Uber's ability to track your location is a big part of how they're able to provide speedy pick-ups for customers around the world. But according to a new report from the New York Times, they may have stepped over the line in their pursuit of expansion.

The chief executive officer of Uber, Travis Kalanick, was profiled in a story about a tumultuous time for the ride-sharing app. In an effort to shine a light on the difficulties facing Kalanick, the Times revealed a stunning detail: Uber was identifying and tagging iPhone users even after they deleted their app, which forced Apple CEO Tim Cook to step in.

For months, Mr. Kalanick had pulled a fast one on Apple by directing his employees to help camouflage the ride-hailing app from Apple’s engineers. The reason? So Apple would not find out that Uber had been secretly identifying and tagging iPhones even after its app had been deleted and the devices erased — a fraud detection maneuver that violated Apple’s privacy guidelines.

But Apple was on to the deception, and when Mr. Kalanick arrived at the midafternoon meeting sporting his favorite pair of bright red sneakers and hot-pink socks, Mr. Cook was prepared. “So, I’ve heard you’ve been breaking some of our rules,” Mr. Cook said in his calm, Southern tone. Stop the trickery, Mr. Cook then demanded, or Uber’s app would be kicked out of Apple’s App Store.

Though there's an understanding amongst younger tech users that your privacy is being compromised on a daily basis, this is an extraordinary overreach on Uber's part. Not only was Uber using their app to violate the privacy of their users, it was doing so intentionally and deceptively, in an effort to get around Apple's policy on the matter.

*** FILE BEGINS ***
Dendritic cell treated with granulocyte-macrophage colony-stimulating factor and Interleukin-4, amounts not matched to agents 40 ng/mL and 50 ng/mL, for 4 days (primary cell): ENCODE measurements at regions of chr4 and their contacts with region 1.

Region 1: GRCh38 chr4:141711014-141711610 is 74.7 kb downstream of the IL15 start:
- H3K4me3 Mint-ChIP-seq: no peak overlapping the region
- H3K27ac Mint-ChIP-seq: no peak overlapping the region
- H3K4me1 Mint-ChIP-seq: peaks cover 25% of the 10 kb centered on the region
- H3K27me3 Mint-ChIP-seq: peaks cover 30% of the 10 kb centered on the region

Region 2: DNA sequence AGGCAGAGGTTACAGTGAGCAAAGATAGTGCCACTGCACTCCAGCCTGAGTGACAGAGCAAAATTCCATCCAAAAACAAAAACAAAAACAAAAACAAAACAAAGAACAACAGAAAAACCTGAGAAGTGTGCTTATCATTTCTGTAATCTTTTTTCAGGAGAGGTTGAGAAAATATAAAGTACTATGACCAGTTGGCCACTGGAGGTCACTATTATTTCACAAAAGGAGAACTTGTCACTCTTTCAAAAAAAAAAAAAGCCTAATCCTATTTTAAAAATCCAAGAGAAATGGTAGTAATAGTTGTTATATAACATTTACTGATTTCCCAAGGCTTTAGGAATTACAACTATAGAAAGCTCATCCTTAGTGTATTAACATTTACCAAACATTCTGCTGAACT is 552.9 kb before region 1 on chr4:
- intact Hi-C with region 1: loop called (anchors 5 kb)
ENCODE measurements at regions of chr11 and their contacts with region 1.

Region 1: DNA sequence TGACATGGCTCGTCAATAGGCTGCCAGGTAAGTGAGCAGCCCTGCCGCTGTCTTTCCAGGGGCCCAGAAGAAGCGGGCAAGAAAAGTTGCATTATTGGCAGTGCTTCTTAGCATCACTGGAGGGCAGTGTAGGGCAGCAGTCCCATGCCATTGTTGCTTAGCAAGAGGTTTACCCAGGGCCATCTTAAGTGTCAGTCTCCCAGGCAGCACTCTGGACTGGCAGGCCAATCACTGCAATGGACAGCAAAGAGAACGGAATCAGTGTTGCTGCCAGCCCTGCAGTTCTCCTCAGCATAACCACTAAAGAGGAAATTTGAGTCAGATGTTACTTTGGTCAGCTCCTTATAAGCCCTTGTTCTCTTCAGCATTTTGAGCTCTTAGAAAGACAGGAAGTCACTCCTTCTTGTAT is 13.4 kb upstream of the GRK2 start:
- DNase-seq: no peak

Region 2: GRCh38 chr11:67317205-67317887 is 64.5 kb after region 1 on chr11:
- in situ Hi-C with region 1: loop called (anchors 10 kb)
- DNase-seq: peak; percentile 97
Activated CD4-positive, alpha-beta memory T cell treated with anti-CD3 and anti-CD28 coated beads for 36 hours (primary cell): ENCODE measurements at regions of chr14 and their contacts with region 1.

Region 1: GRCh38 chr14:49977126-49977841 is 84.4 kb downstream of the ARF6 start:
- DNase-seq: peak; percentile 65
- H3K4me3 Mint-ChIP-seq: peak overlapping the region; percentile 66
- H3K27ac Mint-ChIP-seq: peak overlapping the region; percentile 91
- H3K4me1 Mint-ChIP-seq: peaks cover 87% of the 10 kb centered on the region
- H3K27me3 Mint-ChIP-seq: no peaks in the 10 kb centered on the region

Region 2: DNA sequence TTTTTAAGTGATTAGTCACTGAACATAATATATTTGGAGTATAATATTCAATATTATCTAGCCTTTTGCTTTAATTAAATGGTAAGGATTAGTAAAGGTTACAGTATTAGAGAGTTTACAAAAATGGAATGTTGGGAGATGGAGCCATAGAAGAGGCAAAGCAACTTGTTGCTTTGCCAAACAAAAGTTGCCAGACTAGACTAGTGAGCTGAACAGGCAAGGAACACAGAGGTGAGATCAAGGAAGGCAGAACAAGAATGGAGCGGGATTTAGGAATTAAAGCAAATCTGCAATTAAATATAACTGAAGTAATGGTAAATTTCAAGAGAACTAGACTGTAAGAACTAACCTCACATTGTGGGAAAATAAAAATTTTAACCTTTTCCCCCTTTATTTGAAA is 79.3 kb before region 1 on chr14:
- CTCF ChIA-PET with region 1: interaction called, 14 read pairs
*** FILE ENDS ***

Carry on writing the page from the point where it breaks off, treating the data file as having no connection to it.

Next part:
The practice is just one of several ruthless decisions made by Uber under Kalanick's authority. Uber didn't become a global phenomenon by accident, and several unsavory practices were implemented in order to kneecap their competitors and dodge regulations that affected other players in the transportation industry. In places around the world where Uber service was deemed illegal, drivers were instructed to use an app called Greyball, which effectively allowed them to evade law enforcement by disguising the locations of cars and drivers.

Not everyone was so focused on the invasion of privacy from Uber, and some readers had a little fun at Kalanick's expense:

It should be noted The New York Times originally printed their story with the word "tracking" in place of the phrase "identifying and tagging". In response to the controversy stemming from the initial story, Uber provided Complex with the following statement:

We absolutely do not track individual users or their location if they’ve deleted the app. As the New York Times story notes towards the very end, this is a typical way to prevent fraudsters from loading Uber onto a stolen phone, putting in a stolen credit card, taking an expensive ride and then wiping the phone—over and over again. Similar techniques are also used for detecting and blocking suspicious logins to protect our users' accounts. Being able to recognize known bad actors when they try to get back onto our network is an important security measure for both Uber and our users. 

Uber's overarching policy was perhaps best described by Dallas Mavericks owner Mark Cuban, who described Kalanick with a brief quote.

“Travis’s biggest strength is that he will run through a wall to accomplish his goals," said Cuban. “Travis’s biggest weakness is that he will run through a wall to accomplish his goals. That’s the best way to describe him.” 

Kalanick was previously under fire for being part of President Trump's advisory council. He has since resigned from the position after a social media campaign to delete the ride-sharing app was launched.